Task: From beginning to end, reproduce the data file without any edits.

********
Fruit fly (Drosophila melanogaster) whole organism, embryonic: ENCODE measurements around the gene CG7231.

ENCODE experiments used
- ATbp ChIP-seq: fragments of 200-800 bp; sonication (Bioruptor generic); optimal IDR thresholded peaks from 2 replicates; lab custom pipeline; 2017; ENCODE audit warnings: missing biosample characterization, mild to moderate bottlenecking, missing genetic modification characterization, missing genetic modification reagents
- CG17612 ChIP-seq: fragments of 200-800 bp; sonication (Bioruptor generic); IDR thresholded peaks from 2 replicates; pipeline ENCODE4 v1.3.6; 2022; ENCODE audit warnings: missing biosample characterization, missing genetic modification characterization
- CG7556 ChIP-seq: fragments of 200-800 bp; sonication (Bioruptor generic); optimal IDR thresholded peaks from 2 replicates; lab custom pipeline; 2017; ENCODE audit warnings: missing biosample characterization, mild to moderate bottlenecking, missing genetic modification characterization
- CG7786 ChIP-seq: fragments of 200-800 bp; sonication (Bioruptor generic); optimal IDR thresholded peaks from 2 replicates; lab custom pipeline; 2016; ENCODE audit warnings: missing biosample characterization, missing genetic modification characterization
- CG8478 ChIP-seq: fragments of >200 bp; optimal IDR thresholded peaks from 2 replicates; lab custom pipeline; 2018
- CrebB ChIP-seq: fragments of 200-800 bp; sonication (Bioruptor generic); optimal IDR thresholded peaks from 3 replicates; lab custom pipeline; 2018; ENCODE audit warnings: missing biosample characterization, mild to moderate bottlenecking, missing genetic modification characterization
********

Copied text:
Fruit fly (Drosophila melanogaster) whole organism, embryonic: ENCODE measurements around the gene CG7231.

ENCODE experiments used
- ATbp ChIP-seq: fragments of 200-800 bp; sonication (Bioruptor generic); optimal IDR thresholded peaks from 2 replicates; lab custom pipeline; 2017; ENCODE audit warnings: missing biosample characterization, mild to moderate bottlenecking, missing genetic modification characterization, missing genetic modification reagents
- CG17612 ChIP-seq: fragments of 200-800 bp; sonication (Bioruptor generic); IDR thresholded peaks from 2 replicates; pipeline ENCODE4 v1.3.6; 2022; ENCODE audit warnings: missing biosample characterization, missing genetic modification characterization
- CG7556 ChIP-seq: fragments of 200-800 bp; sonication (Bioruptor generic); optimal IDR thresholded peaks from 2 replicates; lab custom pipeline; 2017; ENCODE audit warnings: missing biosample characterization, mild to moderate bottlenecking, missing genetic modification characterization
- CG7786 ChIP-seq: fragments of 200-800 bp; sonication (Bioruptor generic); optimal IDR thresholded peaks from 2 replicates; lab custom pipeline; 2016; ENCODE audit warnings: missing biosample characterization, missing genetic modification characterization
- CG8478 ChIP-seq: fragments of >200 bp; optimal IDR thresholded peaks from 2 replicates; lab custom pipeline; 2018
- CrebB ChIP-seq: fragments of 200-800 bp; sonication (Bioruptor generic); optimal IDR thresholded peaks from 3 replicates; lab custom pipeline; 2018; ENCODE audit warnings: missing biosample characterization, mild to moderate bottlenecking, missing genetic modification characterization